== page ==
Locality data

J.E. Shields jshields@indy.net
Wed, 31 Oct 2012 04:37:42 PDT
This is indeed a fascinating topic.  From my perspective as a biochemist, 
the DNA sequence of the organism IS the organism, so the DNA sequence 
perforce defines the species.  Geography and morphology are just 
approximations of the species.

I'm not sure how deeply this notion has permeated the rest of biology from 
the molecular biological side, but it is inevitably the direction things 
are going to go.  Until DNA sequencing becomes routine (i.e., a block box) 
and really cheap, we are stuck with morphology and to a secondary extent, 

Operationally, the weakness in the biological species concept is that we 
can rarely if ever actually define the "breeding population."  It is not 
really definable (in terms of "do this then this and you define the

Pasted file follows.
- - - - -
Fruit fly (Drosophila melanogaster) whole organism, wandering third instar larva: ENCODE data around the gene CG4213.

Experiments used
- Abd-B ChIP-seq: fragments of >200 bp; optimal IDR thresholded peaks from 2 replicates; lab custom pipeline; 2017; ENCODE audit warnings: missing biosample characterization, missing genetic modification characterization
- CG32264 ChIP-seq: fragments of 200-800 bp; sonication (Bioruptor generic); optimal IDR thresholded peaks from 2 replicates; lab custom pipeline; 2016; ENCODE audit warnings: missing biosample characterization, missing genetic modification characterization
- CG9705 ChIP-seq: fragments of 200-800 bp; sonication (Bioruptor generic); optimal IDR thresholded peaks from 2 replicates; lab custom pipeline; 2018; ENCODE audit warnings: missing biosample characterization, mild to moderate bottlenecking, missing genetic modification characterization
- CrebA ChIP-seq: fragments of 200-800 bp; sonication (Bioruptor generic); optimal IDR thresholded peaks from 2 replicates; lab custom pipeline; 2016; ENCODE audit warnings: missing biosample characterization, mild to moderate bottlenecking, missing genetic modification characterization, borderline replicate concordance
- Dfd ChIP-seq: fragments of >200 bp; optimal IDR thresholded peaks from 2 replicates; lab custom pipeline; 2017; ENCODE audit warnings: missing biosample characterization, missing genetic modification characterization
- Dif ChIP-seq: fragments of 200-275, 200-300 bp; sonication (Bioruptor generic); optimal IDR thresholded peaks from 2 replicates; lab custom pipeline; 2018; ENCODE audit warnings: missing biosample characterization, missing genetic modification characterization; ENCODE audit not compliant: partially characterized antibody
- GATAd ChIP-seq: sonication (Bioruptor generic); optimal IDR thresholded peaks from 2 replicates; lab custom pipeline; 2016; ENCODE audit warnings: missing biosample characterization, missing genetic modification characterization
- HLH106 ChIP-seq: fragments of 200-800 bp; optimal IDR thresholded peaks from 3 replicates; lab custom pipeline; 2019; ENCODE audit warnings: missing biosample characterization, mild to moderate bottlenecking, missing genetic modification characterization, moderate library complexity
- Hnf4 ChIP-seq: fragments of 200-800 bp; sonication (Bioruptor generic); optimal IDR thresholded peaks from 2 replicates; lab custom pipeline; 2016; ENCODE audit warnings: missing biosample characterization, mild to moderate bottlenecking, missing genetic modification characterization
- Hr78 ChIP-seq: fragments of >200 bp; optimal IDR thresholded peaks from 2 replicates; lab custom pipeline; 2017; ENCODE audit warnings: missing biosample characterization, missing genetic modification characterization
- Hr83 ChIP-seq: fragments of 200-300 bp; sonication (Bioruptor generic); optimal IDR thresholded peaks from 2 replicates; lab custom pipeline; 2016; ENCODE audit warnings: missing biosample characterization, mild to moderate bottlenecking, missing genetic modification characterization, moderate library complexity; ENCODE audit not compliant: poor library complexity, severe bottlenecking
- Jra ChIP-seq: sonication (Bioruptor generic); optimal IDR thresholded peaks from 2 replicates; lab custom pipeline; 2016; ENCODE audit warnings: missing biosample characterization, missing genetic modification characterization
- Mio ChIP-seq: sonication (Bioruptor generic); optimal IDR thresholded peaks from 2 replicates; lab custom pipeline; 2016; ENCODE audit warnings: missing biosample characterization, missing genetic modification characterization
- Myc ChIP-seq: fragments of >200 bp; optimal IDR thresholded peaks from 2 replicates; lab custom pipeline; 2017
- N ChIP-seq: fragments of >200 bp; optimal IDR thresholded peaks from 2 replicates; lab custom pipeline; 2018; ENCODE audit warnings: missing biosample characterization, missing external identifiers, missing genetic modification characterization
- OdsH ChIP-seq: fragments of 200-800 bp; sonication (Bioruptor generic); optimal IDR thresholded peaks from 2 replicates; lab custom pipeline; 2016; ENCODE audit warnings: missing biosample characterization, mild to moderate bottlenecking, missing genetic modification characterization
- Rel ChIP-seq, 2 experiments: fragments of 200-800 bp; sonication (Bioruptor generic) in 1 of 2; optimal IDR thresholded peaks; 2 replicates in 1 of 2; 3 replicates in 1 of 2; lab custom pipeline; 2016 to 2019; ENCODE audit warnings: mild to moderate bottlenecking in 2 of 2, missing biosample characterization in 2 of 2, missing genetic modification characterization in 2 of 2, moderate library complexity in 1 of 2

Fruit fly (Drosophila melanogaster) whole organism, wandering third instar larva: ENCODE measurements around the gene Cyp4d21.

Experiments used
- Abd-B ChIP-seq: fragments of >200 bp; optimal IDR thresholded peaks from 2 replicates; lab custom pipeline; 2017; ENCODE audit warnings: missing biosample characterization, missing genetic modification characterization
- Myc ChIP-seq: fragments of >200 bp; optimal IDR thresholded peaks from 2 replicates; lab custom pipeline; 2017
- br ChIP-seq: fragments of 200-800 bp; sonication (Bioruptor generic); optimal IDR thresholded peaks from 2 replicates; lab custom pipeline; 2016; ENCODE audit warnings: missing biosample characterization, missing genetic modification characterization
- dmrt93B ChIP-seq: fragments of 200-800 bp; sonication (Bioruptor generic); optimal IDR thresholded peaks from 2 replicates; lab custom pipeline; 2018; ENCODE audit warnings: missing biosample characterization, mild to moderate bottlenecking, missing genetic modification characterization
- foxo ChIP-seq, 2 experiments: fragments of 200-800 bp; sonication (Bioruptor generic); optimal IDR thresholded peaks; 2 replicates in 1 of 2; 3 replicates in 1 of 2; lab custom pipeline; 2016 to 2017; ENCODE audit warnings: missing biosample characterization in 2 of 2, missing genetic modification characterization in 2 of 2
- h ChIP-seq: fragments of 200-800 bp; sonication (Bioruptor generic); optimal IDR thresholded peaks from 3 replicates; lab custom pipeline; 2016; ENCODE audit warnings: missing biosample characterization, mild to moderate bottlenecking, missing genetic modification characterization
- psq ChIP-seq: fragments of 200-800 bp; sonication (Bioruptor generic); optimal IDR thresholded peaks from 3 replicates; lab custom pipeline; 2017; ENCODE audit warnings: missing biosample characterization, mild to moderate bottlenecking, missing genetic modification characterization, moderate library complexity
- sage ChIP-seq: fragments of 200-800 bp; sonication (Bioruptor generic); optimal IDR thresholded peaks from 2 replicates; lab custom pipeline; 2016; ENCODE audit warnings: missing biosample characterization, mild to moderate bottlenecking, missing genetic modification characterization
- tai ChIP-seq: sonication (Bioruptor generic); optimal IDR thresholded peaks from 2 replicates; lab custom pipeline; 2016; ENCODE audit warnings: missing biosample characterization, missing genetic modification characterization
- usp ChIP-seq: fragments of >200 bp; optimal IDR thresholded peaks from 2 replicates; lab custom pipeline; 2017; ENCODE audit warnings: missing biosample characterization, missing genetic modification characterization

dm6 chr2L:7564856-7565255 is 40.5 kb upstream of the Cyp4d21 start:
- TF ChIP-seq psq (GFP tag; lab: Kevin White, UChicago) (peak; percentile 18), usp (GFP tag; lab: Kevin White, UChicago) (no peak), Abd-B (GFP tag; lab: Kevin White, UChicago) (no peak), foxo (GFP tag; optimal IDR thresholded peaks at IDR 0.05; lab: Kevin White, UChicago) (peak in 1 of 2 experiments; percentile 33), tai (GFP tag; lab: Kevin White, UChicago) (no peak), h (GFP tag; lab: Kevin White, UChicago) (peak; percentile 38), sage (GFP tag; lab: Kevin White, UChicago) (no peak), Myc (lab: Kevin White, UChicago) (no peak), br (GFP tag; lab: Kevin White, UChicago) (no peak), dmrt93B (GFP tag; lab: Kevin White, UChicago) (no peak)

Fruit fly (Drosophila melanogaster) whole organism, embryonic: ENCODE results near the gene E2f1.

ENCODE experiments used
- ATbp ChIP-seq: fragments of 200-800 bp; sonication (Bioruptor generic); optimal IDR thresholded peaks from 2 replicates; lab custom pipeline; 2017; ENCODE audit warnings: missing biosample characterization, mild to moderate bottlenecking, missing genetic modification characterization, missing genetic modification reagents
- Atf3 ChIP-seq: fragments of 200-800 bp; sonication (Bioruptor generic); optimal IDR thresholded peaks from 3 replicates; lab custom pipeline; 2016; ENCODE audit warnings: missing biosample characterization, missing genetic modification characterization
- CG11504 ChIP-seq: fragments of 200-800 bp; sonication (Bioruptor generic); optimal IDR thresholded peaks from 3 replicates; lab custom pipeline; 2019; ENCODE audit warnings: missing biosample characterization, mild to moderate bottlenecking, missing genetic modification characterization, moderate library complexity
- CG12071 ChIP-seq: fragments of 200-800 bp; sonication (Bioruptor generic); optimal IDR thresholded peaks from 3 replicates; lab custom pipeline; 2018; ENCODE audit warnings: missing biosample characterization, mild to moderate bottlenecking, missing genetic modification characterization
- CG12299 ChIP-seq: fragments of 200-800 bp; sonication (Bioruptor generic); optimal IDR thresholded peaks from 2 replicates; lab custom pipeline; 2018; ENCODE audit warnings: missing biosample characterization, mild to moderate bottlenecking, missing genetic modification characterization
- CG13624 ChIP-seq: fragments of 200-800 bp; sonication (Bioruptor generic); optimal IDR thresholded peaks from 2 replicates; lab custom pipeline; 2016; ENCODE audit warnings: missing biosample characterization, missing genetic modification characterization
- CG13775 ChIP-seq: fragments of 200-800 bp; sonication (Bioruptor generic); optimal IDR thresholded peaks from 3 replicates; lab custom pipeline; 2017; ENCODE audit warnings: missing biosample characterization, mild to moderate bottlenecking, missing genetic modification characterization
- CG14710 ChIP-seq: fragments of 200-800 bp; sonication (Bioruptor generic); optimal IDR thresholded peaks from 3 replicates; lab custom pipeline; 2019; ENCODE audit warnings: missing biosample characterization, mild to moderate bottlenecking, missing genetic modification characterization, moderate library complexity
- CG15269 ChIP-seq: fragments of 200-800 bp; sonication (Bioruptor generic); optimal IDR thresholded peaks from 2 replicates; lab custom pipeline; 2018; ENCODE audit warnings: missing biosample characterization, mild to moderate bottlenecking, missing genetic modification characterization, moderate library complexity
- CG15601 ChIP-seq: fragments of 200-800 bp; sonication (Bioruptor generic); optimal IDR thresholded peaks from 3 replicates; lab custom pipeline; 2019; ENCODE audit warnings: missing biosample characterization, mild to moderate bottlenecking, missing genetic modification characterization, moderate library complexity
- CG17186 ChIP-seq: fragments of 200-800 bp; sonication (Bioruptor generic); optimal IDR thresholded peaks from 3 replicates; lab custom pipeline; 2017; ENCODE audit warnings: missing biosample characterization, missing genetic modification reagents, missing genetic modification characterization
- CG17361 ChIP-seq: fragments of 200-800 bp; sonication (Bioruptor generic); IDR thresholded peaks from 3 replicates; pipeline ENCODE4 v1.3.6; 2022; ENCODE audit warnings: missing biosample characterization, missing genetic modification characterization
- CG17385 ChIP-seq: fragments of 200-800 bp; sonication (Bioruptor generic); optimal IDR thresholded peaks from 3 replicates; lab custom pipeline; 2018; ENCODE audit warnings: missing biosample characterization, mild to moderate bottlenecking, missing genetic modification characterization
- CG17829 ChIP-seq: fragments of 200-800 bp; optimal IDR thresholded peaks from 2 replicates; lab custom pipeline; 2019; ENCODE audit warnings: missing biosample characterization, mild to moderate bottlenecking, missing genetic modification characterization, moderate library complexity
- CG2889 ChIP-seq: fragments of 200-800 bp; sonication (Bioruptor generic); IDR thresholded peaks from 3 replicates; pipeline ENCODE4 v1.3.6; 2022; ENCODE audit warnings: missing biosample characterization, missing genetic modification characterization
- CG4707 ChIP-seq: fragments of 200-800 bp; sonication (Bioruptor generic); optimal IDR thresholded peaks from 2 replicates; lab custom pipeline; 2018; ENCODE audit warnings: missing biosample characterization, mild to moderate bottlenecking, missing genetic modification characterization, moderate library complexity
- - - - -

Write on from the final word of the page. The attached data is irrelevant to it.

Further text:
breeding population" using any doable steps) so it is not really a 
scientific concept.

Jim Shields

At 08:39 PM 10/30/2012 -0700, Nhu wrote:
>This is such a juicy subject that I have to join (just for a little).
>It's always good remember that no one knows what a species truly is.
>Taxonomy and the latest and fanciest science could not yet tell us that
>yet. However, taxonomy has been pretty good at *recognizing* species. What
>we humans recognize as species does not make something a species, but it
>has its practical purposes.

Jim Shields             USDA Zone 5
P.O. Box 92              WWW:    http://www.shieldsgardens.com/
Westfield, Indiana 46074, USA
Lat. 40° 02.8' N, Long. 086° 06.6' W

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